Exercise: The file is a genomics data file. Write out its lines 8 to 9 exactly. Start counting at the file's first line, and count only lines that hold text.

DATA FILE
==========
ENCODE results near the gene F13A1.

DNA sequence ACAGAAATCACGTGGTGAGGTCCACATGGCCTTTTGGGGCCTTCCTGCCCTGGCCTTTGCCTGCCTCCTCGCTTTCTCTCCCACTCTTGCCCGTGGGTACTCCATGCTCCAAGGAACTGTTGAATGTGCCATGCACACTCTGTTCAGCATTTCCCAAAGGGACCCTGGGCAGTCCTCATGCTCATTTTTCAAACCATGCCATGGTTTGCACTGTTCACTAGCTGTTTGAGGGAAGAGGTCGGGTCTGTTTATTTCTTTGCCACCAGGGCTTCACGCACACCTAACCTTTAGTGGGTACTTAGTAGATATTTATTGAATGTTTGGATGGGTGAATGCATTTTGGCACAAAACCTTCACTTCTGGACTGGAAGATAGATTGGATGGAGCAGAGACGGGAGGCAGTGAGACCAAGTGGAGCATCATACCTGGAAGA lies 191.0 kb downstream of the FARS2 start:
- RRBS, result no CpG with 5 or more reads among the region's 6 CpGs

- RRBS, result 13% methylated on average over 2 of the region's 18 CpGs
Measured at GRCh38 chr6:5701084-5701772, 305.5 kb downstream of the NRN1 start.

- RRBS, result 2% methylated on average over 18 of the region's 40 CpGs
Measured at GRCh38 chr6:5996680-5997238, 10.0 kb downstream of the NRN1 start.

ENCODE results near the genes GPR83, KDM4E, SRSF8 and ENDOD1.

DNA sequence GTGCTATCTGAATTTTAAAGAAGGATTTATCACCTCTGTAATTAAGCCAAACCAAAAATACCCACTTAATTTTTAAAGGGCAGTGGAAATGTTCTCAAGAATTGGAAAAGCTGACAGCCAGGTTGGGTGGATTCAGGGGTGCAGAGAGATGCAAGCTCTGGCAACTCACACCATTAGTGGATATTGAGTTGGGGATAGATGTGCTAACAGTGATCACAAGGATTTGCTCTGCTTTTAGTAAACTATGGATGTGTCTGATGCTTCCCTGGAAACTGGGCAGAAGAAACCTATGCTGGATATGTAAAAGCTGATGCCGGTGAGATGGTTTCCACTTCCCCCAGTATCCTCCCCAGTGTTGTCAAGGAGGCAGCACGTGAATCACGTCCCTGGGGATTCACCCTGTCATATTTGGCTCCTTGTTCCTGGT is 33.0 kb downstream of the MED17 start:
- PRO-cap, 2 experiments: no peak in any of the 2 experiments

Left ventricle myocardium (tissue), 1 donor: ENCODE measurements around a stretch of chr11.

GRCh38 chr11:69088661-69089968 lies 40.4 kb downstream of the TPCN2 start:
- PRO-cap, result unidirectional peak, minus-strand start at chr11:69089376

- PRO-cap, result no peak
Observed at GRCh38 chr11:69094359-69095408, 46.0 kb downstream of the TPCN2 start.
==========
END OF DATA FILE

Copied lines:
ENCODE results near the genes GPR83, KDM4E, SRSF8 and ENDOD1.

DNA sequence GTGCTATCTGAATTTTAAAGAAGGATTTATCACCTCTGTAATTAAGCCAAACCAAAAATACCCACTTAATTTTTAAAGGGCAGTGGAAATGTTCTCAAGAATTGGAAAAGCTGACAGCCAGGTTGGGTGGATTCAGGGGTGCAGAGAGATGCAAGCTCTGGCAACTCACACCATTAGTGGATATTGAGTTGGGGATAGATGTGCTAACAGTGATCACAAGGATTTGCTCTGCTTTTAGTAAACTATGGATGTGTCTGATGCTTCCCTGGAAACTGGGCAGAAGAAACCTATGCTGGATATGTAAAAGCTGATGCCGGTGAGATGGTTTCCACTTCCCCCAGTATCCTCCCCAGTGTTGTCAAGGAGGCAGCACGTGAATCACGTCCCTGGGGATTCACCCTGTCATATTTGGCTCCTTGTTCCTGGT is 33.0 kb downstream of the MED17 start: